How cookies’ demise will impact cost of advertising

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Third-party cookies have been identified as an imperfect way to target consumers with advertisements on digital platforms. Google’s decision to hold off on ending support for third-party cookies until mid-2024 has reignited debate about its likely impact on marketers and publishers.

While the demise of third-party cookies is good news for consumers, it has major implications for the digital advertising industry. One of the key concerns for marketers is that they may have to pay extra to achieve the same marketing goals in a cookie-free world.

Dabur India Senior General Manager and Head of Media Rajiv Dubey said from a marketer’s perspective that advertising costs are always determined by market forces based on prevailing circumstances. He also said that first-party data will grow in importance in a cookie-free world.

Cookies will be phased out in 2024, so everything will depend on the current market situation. Market forces determine the cost of advertising whether it is TV or digital. The marketing world will be a lot cleaner and sharper when you stop using cookies. Marketers will have to work on creating their own first-party data, which is not that helpful at this point because many companies have first-party data but don’t know what to do with it. In a post-cookie world, the utility of first-party data will rise. We currently use a lot of second and third-party data,” said Dubey.

He also said that ending support for third-party cookies will be good for consumers, while advertisers will have to deal with a number of challenges. “As a customer, it’s good that my data is not shared with anyone. Marketers will need to obtain consent from users to collect their data. It will be much safer in terms of data protection. As advertisers, ending third-party support will present a lot of challenges and we will have to avoid those challenges,” said Dubey. TVS Motor Company SVP-Marketing Aniruddha Halder said that digital advertising rates may see a decline and they hope that the phasing out of third-party cookies will lead to a better digital experience for consumers. “In general, rates can optically see downward movement. While this is an effective cost-of-sale metric, it would be interesting to see how removing third-party cookies affects ad fraud overall. We hope that more first-party, consumer-facing methods will lead to a better digital experience and return on investment.”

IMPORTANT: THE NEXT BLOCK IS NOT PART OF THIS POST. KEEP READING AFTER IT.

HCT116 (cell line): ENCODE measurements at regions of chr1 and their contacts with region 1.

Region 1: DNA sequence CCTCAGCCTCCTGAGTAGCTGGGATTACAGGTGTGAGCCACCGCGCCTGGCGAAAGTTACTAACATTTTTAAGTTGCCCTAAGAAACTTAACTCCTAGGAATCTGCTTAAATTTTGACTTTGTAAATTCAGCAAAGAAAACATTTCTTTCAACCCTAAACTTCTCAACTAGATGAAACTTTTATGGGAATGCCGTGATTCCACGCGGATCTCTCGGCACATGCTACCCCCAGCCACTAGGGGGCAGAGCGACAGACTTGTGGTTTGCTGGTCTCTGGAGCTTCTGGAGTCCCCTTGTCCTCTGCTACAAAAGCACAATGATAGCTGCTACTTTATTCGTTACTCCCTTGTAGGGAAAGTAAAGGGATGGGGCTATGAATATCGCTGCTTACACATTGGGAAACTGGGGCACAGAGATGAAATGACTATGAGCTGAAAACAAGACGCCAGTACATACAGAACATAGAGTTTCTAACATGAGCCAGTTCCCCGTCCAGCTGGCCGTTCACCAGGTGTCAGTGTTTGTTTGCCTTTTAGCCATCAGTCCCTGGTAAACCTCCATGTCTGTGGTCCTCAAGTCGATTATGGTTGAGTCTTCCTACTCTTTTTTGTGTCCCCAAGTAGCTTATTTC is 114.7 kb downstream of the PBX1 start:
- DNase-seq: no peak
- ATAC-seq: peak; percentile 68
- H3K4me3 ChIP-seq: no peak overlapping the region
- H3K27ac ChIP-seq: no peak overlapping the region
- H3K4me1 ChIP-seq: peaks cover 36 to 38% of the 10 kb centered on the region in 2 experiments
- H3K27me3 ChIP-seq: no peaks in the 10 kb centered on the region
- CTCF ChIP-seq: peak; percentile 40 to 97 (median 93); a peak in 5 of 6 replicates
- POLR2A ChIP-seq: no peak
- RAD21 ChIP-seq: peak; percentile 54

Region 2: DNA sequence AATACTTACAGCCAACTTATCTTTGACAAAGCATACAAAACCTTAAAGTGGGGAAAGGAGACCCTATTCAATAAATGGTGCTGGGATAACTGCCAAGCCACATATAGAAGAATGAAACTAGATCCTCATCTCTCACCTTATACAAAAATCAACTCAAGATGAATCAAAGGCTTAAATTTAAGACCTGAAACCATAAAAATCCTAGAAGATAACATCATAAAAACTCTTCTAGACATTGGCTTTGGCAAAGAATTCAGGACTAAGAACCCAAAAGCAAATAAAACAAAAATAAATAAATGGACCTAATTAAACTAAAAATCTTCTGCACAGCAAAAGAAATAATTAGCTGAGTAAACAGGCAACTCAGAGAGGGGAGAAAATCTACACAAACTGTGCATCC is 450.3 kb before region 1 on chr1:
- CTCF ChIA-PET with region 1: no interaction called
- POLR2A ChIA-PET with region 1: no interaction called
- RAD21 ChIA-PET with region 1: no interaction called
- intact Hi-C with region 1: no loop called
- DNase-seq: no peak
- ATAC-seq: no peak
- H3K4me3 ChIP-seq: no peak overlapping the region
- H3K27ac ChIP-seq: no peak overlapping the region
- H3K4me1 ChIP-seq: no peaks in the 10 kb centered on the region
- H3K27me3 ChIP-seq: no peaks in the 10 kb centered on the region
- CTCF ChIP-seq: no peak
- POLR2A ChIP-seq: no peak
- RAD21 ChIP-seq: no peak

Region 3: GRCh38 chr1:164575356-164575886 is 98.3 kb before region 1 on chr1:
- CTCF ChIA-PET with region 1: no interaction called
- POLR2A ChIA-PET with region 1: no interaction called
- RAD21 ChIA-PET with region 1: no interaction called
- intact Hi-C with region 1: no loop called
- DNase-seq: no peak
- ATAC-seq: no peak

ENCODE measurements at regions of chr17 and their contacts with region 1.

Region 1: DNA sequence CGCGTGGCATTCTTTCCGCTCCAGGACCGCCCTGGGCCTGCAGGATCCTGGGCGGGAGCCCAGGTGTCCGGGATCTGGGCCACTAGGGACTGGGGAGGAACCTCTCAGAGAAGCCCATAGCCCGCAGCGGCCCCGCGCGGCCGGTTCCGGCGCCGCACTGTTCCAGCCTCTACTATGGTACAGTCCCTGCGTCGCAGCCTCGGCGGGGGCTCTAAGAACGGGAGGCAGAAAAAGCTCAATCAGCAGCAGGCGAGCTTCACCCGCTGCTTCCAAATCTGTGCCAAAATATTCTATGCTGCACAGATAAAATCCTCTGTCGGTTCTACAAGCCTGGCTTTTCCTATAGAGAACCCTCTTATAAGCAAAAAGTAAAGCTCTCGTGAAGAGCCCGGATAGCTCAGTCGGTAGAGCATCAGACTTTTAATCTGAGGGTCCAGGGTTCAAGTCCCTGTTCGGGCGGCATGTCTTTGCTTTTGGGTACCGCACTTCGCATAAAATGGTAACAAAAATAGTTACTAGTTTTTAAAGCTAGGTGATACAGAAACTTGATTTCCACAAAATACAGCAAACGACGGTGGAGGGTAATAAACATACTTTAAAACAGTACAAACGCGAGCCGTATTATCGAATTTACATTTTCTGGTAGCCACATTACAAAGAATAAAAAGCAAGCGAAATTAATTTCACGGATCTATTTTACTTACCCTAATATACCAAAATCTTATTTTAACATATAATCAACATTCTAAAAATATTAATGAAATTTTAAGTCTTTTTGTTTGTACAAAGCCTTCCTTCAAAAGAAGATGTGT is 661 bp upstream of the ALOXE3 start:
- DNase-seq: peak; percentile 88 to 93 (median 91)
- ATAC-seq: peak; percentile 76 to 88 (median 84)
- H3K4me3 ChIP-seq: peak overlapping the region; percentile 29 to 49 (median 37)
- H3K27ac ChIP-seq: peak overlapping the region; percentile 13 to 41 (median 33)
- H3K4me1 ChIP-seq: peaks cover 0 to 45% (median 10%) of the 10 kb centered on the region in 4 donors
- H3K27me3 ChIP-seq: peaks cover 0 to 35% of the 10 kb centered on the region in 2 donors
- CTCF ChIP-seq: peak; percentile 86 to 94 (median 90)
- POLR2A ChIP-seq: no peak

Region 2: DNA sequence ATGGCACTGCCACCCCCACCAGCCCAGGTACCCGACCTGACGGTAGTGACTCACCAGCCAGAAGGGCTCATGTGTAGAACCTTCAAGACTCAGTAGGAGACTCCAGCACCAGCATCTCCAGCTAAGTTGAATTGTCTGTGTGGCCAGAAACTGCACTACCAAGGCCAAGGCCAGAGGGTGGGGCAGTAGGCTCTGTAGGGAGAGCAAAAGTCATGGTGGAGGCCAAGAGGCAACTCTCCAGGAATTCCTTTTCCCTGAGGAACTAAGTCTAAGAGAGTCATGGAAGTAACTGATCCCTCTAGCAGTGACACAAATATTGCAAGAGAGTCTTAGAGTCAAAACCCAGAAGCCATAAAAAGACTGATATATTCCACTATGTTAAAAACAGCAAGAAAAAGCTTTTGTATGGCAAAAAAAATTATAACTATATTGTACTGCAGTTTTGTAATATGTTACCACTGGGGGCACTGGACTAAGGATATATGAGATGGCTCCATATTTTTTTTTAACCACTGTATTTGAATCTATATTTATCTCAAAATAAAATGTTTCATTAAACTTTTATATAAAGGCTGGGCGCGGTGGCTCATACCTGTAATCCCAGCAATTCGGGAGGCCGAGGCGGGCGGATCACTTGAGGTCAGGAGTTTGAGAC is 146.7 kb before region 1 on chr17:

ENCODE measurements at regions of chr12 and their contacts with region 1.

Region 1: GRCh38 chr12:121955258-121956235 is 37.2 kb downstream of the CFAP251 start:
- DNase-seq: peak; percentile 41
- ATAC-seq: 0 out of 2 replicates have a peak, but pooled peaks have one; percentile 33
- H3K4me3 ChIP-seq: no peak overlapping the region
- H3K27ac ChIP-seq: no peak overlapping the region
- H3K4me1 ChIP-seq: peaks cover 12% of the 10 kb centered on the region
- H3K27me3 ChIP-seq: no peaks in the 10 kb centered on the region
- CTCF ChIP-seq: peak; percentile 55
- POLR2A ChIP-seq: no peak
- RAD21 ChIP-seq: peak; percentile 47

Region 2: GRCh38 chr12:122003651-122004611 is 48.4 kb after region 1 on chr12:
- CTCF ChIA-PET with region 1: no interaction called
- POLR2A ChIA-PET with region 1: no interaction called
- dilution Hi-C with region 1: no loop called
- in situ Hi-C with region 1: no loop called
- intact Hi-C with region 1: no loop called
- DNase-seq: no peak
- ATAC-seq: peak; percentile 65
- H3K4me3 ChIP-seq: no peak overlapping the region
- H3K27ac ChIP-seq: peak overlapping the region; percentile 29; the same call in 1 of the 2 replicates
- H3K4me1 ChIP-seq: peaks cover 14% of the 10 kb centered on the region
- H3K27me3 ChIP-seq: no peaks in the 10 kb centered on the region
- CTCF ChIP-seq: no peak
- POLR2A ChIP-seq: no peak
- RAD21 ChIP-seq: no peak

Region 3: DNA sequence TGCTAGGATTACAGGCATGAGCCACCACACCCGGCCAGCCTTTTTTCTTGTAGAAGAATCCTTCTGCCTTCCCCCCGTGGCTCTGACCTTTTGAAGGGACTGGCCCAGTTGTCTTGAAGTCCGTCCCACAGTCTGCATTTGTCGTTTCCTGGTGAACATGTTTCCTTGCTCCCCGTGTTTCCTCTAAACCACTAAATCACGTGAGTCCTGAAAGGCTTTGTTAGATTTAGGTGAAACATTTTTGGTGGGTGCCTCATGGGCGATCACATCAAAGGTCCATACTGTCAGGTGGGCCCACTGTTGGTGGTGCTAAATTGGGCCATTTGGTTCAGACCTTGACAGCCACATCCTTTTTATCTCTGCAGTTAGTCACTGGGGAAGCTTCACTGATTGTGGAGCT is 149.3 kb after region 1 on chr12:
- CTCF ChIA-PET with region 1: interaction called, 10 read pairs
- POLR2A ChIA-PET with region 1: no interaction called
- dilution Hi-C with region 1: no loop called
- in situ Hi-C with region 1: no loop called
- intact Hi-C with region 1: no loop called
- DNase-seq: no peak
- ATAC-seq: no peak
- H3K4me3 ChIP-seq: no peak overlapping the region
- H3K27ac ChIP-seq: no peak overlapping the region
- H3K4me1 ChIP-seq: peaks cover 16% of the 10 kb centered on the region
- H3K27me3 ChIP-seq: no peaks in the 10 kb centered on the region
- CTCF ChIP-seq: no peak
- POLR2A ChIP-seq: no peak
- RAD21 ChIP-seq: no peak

Arilli chief commercial officer Rajeev Dhal said that advertising costs per unit may not change much, but the increased inefficiencies will impact the brands’ unit economics. “Even today, there is an inverse relationship between targeting and advertising costs. The more specific the targeting, the higher the advertising rate. Moving to a cookie-free world will mean: 1) dependence on intermediary advertising technology to access relevant audiences and having to pay for this technology. 2) the shift of ad dollars to larger platforms with their own first-party identifiers, where ad prices were inherently higher,” explained Shenoy.

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